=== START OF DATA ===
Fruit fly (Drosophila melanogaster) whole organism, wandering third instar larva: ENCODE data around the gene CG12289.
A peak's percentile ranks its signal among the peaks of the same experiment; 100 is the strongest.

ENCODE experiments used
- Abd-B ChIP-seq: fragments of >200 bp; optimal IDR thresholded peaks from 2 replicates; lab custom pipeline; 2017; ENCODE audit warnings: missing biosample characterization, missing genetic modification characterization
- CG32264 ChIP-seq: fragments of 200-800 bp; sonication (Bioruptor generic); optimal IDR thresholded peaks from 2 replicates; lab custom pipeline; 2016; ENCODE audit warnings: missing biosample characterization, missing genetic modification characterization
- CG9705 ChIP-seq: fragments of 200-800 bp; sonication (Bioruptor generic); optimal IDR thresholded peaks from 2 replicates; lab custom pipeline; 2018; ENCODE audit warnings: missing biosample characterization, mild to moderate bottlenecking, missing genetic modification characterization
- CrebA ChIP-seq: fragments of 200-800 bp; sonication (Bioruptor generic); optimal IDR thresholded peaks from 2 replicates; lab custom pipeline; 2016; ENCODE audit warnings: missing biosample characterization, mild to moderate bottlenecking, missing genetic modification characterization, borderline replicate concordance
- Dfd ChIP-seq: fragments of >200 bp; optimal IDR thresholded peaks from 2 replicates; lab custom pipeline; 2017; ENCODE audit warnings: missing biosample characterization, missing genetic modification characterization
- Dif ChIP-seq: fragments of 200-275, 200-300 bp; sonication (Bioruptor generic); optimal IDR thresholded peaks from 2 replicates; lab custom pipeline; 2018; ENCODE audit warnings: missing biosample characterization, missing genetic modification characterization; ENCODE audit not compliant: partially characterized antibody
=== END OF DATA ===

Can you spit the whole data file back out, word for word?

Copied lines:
Fruit fly (Drosophila melanogaster) whole organism, wandering third instar larva: ENCODE data around the gene CG12289.
A peak's percentile ranks its signal among the peaks of the same experiment; 100 is the strongest.

ENCODE experiments used
- Abd-B ChIP-seq: fragments of >200 bp; optimal IDR thresholded peaks from 2 replicates; lab custom pipeline; 2017; ENCODE audit warnings: missing biosample characterization, missing genetic modification characterization
- CG32264 ChIP-seq: fragments of 200-800 bp; sonication (Bioruptor generic); optimal IDR thresholded peaks from 2 replicates; lab custom pipeline; 2016; ENCODE audit warnings: missing biosample characterization, missing genetic modification characterization
- CG9705 ChIP-seq: fragments of 200-800 bp; sonication (Bioruptor generic); optimal IDR thresholded peaks from 2 replicates; lab custom pipeline; 2018; ENCODE audit warnings: missing biosample characterization, mild to moderate bottlenecking, missing genetic modification characterization
- CrebA ChIP-seq: fragments of 200-800 bp; sonication (Bioruptor generic); optimal IDR thresholded peaks from 2 replicates; lab custom pipeline; 2016; ENCODE audit warnings: missing biosample characterization, mild to moderate bottlenecking, missing genetic modification characterization, borderline replicate concordance
- Dfd ChIP-seq: fragments of >200 bp; optimal IDR thresholded peaks from 2 replicates; lab custom pipeline; 2017; ENCODE audit warnings: missing biosample characterization, missing genetic modification characterization
- Dif ChIP-seq: fragments of 200-275, 200-300 bp; sonication (Bioruptor generic); optimal IDR thresholded peaks from 2 replicates; lab custom pipeline; 2018; ENCODE audit warnings: missing biosample characterization, missing genetic modification characterization; ENCODE audit not compliant: partially characterized antibody